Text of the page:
The Inverter has an interesting load out that makes it truly unique within the Convergence. The Meteor Hammer, is a chain weapon that ignores shields, bucklers and shield walls, which is awesome for smashing tougher targets or warjacks. An added bonus is having the special ability of Reach, which allows you to target enemies within 2 inches of this weapon (Normally only ½ inch). The second weapon is the Macro Pummeler, which essentially knocks enemies on the ground and can only be used once per 2 player turns/one round. Having no ranged weapons, means that this vector needs to rely on having a decent mat value to smack targets and hopefully set up other friendly models by knocking down tougher models for additional abuse. While not necessarily a required vector in every list, I feel that this model is fairly effective in an Axis list (For Mat 7 and the counter charge ability), allowing you to make undesirable situations for your opponent. Theoretically, this vector can be a solid addition to any list that needs a warjack that has 2 strong melee attacks. If your focus is to be primarily a ranged battlegroup of vectors, you might want to look elsewhere.
Was it fun to build? All three of these heavy vectors can be built from the same model kit, which has been a solid feature of all the current heavy warjack kits that Privateer Press has provided up to this point. Where the trouble lies is in the design of the moulds and the finished product. Although the kit was brilliant to look at and has many interesting aspects to it, there are a million mould lines and not the kind that is easy to remove. Multiple times I found a mould line that would fly over nearly impossible to remove surfaces like the gears or detailed arms. However, I powered on and tried my best to hide the ones that are obvious, but a smart modeller could probably locate them with no problem. I also went through the trouble of magnetizing the kit, so that I could use all 3 vectors and change them out to my liking. But even that proved to be a challenge, because there are many points of contact and needed to be planned out beforehand.
The positive side of the kit is that it can build 3 of the most important warjacks/vectors that will be in nearly every Convergence list. The bad, is that you will have to plan ahead of time and use a large amount of skill to remove painful mould lines. I was told by Privateer Press, that most of these model problems are a result of them being the first wave of that miniatures line. So perhaps my opinion of the kit might change in the future. However, for myself and others we will have to power on, until the next time we need to purchase the kit. Regardless, I finished the miniatures (multiple boxes) and I felt that I had overcome a massive hobbyist milestone.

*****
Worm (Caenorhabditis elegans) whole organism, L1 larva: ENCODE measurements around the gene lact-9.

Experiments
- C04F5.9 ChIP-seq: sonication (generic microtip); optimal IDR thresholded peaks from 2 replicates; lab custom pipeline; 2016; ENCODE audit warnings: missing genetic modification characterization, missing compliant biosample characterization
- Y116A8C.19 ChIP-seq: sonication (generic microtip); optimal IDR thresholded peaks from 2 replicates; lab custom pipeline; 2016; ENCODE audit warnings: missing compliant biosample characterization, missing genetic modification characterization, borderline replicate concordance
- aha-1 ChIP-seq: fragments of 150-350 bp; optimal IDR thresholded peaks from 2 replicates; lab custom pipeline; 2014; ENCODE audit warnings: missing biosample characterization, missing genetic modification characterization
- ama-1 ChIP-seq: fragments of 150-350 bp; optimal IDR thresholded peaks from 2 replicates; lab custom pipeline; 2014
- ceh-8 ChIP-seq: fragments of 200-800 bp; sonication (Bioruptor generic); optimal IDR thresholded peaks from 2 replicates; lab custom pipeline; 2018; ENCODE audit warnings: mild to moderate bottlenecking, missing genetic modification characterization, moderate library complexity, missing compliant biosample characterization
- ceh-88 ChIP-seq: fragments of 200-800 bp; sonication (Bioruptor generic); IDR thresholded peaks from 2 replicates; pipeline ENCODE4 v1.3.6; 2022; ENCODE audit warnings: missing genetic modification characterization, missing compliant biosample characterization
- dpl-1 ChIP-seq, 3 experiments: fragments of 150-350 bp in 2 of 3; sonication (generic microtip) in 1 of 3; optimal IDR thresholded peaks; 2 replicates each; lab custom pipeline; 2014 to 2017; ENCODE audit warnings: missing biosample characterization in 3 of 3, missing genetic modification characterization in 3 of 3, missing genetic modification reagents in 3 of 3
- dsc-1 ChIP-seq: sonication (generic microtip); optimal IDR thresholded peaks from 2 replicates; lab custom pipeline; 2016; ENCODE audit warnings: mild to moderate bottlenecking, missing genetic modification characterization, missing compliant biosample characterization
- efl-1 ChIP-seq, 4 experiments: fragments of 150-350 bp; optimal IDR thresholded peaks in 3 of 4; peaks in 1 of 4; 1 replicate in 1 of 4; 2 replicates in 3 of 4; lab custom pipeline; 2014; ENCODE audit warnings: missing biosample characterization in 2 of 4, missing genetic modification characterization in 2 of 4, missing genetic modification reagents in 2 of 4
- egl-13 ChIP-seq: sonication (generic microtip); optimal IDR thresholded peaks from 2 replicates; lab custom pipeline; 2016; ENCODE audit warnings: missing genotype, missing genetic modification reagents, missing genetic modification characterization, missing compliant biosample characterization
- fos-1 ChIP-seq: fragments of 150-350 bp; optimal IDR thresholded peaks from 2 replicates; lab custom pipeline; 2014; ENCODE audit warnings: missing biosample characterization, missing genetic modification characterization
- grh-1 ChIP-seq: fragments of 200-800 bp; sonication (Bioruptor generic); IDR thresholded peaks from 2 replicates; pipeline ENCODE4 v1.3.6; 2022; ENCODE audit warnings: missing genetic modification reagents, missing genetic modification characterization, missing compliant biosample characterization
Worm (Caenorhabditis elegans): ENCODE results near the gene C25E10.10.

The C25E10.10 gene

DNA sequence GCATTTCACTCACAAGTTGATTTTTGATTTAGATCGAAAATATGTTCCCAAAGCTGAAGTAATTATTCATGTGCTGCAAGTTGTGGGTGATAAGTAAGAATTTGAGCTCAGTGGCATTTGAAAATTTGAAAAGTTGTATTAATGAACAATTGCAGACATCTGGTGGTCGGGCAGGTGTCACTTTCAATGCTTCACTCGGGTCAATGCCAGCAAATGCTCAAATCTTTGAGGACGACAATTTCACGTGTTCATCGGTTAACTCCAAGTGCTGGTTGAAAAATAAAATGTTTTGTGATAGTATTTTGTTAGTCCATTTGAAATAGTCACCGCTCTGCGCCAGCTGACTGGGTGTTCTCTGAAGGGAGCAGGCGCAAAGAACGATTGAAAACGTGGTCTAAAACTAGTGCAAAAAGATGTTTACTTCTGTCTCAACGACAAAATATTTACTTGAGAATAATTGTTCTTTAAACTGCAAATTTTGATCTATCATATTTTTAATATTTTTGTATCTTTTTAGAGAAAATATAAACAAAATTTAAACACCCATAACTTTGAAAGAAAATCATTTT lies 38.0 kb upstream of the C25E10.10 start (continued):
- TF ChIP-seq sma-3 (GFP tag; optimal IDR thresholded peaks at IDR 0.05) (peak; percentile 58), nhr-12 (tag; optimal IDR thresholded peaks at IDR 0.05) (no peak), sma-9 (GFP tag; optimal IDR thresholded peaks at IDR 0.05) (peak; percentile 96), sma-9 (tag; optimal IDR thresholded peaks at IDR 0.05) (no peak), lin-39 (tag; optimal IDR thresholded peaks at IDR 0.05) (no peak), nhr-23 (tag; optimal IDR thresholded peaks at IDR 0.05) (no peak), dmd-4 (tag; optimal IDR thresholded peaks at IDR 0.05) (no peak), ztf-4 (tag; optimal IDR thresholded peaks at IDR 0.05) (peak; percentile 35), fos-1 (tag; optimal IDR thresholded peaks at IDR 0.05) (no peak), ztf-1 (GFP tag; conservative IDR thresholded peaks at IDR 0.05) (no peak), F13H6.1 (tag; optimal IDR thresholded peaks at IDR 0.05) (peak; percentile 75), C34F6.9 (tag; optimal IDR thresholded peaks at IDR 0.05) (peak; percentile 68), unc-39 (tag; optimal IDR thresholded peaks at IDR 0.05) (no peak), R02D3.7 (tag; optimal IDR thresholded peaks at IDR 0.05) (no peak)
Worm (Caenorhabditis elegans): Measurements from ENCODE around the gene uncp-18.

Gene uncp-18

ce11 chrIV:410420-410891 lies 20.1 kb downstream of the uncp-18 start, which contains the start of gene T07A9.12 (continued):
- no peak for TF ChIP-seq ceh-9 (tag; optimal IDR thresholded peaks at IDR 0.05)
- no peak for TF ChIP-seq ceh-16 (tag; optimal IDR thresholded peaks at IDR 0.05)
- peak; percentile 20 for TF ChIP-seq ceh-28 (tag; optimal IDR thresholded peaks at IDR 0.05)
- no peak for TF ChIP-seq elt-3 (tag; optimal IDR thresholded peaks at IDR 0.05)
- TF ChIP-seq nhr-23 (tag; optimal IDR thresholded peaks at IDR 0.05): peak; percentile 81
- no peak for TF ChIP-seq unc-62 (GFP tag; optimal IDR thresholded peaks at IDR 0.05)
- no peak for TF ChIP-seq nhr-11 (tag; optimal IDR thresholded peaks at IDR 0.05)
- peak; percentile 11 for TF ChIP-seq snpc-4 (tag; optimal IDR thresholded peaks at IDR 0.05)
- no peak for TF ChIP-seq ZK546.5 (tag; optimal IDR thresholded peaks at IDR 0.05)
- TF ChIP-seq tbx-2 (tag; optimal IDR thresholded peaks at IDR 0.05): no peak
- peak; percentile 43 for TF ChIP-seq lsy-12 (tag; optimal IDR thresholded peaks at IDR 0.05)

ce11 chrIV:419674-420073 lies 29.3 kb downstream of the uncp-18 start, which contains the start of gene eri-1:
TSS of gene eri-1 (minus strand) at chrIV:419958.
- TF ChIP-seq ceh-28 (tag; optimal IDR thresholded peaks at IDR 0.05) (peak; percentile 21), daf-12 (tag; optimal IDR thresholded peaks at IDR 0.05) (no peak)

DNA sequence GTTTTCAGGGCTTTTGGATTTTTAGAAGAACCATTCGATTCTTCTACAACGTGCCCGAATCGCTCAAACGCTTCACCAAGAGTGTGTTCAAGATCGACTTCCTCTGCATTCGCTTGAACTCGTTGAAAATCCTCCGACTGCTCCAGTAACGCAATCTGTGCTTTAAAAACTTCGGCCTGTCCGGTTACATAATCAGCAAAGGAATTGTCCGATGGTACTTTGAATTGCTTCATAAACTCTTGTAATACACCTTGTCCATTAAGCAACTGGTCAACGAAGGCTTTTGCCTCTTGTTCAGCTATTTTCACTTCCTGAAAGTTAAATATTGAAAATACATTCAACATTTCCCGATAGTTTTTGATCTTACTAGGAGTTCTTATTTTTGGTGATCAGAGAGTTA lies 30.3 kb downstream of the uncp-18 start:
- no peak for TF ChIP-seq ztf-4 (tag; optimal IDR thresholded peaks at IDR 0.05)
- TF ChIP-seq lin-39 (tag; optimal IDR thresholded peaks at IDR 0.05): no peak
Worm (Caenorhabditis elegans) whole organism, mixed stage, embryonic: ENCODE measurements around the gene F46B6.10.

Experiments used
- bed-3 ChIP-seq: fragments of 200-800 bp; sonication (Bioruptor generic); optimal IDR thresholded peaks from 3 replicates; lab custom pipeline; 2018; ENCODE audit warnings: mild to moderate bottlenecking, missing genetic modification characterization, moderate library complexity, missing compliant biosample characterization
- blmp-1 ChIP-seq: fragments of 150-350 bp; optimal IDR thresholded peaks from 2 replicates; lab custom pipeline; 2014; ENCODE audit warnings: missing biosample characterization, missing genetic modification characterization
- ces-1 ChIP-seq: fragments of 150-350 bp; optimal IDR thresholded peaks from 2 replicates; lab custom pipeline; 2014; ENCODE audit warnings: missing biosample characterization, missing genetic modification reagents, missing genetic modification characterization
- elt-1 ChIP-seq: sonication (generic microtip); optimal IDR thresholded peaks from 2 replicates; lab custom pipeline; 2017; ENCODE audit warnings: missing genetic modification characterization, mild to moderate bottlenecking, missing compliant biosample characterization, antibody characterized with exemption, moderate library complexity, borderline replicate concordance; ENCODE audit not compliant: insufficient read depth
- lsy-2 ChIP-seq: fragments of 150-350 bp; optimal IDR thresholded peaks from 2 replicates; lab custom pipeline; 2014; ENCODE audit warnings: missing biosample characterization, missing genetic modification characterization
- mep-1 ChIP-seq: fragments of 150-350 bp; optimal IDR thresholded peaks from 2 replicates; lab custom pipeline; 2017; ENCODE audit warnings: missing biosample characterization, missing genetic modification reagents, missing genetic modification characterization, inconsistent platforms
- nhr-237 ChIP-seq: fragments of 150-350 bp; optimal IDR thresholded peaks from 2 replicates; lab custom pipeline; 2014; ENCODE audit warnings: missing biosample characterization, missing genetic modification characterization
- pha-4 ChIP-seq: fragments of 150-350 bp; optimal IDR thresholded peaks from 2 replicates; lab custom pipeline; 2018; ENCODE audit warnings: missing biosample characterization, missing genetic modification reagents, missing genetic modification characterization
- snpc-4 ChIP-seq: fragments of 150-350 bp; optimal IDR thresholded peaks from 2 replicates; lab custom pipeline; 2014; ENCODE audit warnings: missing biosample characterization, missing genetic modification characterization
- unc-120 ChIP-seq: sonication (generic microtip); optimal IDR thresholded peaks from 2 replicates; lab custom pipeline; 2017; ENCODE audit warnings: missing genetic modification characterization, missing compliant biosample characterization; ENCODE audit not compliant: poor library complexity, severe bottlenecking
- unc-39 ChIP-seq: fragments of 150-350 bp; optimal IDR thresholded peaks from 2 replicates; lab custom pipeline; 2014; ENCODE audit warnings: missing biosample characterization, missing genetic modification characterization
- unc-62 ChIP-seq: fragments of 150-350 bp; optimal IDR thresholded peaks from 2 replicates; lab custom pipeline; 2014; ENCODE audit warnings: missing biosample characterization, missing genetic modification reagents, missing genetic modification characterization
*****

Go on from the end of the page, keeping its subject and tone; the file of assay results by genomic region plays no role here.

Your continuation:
Stay tuned for more first impressions of the other Convergence vectors and models (which may or may not have model reviews included) to come in the following months!
The Convergence of Cyriss Battlegroup is available from Firestorm Games priced £33.07
I’m not quite sure what happened with Episode 8. We were reduced to a skeleton crew either due to scheduling conflicts or Ashley not getting her emails. The result? Content. Now you all know how I feel about talking about actual things so I was eternally grateful when Jason joined in half way through the show.
With special guest Kevin Bryant (@KevinBryant76), we talk about Warmachine (a lot), the Horus Heresy and Special Characters. And I think there was some prattling on about fluff.
As always our shows have bad language from the start so it’s now for young ears. Or, at least, easily offended ears…
In the seventh Of Dice and Men show, we manage to insult just about everyone including Warmachine fans and, as it goes, Firefly fans. So go us. My bitterness levels may be slightly higher than normal, which may have been proportionate to the amount of alcohol I’d drunk just before the show.
We had come connection problems during recording but do bear with us, because we are ridiculous.
As usual there’s explicit language from the start, and unfortunately for some…me.
I also have to apologise to my fellow countrymen, the English Civil War was 371 years ago not 700 years ago. I got a bit carried away trying to make a point.